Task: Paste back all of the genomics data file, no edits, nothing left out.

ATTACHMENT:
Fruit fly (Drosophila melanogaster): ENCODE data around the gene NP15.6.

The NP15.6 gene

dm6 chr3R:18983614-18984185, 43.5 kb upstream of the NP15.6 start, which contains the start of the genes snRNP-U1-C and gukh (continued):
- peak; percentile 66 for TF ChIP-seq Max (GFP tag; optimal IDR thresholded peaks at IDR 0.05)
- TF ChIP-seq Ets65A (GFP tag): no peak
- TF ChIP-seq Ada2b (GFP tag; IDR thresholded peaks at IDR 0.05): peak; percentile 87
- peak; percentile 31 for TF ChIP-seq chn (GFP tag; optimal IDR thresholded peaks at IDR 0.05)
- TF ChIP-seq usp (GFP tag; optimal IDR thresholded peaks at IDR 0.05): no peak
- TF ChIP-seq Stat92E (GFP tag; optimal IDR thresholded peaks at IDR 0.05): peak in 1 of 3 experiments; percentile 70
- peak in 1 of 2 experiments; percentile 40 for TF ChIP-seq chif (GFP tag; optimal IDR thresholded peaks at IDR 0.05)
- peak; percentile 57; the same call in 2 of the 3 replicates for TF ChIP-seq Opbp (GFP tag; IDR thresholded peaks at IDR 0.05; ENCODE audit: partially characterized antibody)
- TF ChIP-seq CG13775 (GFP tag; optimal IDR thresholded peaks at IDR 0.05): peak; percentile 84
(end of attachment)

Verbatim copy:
Fruit fly (Drosophila melanogaster): ENCODE data around the gene NP15.6.

The NP15.6 gene

dm6 chr3R:18983614-18984185, 43.5 kb upstream of the NP15.6 start, which contains the start of the genes snRNP-U1-C and gukh (continued):
- peak; percentile 66 for TF ChIP-seq Max (GFP tag; optimal IDR thresholded peaks at IDR 0.05)
- TF ChIP-seq Ets65A (GFP tag): no peak
- TF ChIP-seq Ada2b (GFP tag; IDR thresholded peaks at IDR 0.05): peak; percentile 87
- peak; percentile 31 for TF ChIP-seq chn (GFP tag; optimal IDR thresholded peaks at IDR 0.05)
- TF ChIP-seq usp (GFP tag; optimal IDR thresholded peaks at IDR 0.05): no peak
- TF ChIP-seq Stat92E (GFP tag; optimal IDR thresholded peaks at IDR 0.05): peak in 1 of 3 experiments; percentile 70
- peak in 1 of 2 experiments; percentile 40 for TF ChIP-seq chif (GFP tag; optimal IDR thresholded peaks at IDR 0.05)
- peak; percentile 57; the same call in 2 of the 3 replicates for TF ChIP-seq Opbp (GFP tag; IDR thresholded peaks at IDR 0.05; ENCODE audit: partially characterized antibody)
- TF ChIP-seq CG13775 (GFP tag; optimal IDR thresholded peaks at IDR 0.05): peak; percentile 84